Living with Chronic Pain

Do Individuals With Disabilities Need to Provide Medical Documentation to Receive Workplace Accommodations?

Source: Healthline

In addition to providing other various protections for individuals with disabilities, the Americans with Disabilities Act (ADA) also protects individuals with disabilities from discrimination during the job application and hiring process. It also ensures that employers provide reasonable accommodations for individuals with disabilities to perform their work successfully. In general, any employer with 15 or more employees is required to follow the ADA.

What does the ADA consider a disability?

According to the ADA, an individual has a disability if they have a “physical or mental impairment that substantially limits one or more major life activities.” Seeing, hearing, walking, standing, lifting, reading and learning are considered “major life activities.”

The ADA Amendments Act (ADAAA) ensures that some impairments and medical conditions are automatically considered disabilities, including deafness, blindness, autism, cancer, diabetes, epilepsy, multiple sclerosis, major depressive disorder, bipolar disorder, and obsessive-compulsive disorder.

Is it necessary to disclose a disability?

An employee only needs to disclose a medical condition or disability if they are requesting reasonable workplace accommodations. Reasonable accommodations help individuals with a disability or medical condition successfully complete their job. Examples include changing job tasks, making changes to the employee’s workspace, providing assistive devices, allowing for regular breaks, and providing reserved parking close to the building.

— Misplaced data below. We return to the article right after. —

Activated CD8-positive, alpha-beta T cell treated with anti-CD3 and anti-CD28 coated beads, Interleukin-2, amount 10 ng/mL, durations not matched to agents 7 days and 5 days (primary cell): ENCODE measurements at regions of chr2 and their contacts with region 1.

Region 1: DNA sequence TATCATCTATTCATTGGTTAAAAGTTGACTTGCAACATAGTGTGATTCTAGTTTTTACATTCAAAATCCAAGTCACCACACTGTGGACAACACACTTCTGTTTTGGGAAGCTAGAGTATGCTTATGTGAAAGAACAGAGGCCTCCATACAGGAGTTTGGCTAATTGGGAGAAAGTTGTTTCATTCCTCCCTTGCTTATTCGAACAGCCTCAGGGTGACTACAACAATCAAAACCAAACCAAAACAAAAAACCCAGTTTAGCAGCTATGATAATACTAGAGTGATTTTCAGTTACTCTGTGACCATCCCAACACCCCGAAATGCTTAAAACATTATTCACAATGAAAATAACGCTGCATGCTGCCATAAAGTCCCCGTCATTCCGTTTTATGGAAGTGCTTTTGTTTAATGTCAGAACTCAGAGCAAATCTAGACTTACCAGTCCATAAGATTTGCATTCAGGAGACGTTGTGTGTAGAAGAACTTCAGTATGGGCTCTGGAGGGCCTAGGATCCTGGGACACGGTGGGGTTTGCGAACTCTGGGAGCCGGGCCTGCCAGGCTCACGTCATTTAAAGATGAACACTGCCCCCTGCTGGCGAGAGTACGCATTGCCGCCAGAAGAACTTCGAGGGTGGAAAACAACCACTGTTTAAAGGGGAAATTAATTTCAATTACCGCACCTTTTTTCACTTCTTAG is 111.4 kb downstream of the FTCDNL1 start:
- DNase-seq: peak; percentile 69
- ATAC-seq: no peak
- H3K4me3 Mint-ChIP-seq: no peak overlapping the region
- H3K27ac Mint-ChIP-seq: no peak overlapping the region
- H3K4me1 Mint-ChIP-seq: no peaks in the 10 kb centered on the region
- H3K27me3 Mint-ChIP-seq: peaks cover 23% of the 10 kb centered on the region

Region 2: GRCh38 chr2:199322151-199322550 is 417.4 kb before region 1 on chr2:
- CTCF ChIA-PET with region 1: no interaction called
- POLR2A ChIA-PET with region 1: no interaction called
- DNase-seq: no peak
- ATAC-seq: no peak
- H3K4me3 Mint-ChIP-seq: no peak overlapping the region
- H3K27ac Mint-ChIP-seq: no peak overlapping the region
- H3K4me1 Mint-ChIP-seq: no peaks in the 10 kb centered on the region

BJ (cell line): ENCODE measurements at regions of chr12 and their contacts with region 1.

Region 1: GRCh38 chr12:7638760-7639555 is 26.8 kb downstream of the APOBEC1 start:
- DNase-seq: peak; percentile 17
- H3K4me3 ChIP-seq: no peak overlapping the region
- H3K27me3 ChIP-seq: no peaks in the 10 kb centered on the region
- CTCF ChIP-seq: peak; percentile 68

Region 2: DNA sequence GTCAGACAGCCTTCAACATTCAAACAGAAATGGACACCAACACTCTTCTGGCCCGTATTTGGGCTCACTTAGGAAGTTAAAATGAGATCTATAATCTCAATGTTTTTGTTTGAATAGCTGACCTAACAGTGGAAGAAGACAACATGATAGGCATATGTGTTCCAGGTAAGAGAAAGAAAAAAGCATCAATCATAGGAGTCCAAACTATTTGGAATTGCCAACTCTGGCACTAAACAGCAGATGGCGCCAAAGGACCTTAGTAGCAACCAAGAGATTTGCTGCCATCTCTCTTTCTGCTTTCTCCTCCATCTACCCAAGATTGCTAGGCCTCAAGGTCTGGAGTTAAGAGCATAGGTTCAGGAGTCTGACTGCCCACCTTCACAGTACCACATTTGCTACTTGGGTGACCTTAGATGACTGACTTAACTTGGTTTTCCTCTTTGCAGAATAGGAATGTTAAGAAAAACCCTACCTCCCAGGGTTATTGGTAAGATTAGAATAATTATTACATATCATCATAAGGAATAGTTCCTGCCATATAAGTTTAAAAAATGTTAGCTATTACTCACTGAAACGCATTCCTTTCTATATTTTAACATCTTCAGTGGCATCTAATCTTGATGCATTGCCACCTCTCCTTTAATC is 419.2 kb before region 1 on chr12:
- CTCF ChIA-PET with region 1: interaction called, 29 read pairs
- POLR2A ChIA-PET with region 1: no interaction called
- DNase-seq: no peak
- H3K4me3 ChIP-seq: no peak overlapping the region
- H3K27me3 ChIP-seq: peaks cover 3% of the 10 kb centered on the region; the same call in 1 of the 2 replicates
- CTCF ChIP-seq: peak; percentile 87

Is medical documentation of a disability required?

When an employee requests a reasonable accommodation, the employer may request official medical documentation of the employee’s disability or medical condition. This documentation must outline the need for the accommodation. The employer and employee can then work together to procure and implement an effective accommodation.

If an employee is not requesting an accommodation, they do not need to disclose or provide medical documentation of a disability or medical condition to their employer.

Additional sources used for the creation of this article include the Society for Human Resource Management and the ADA National Network.

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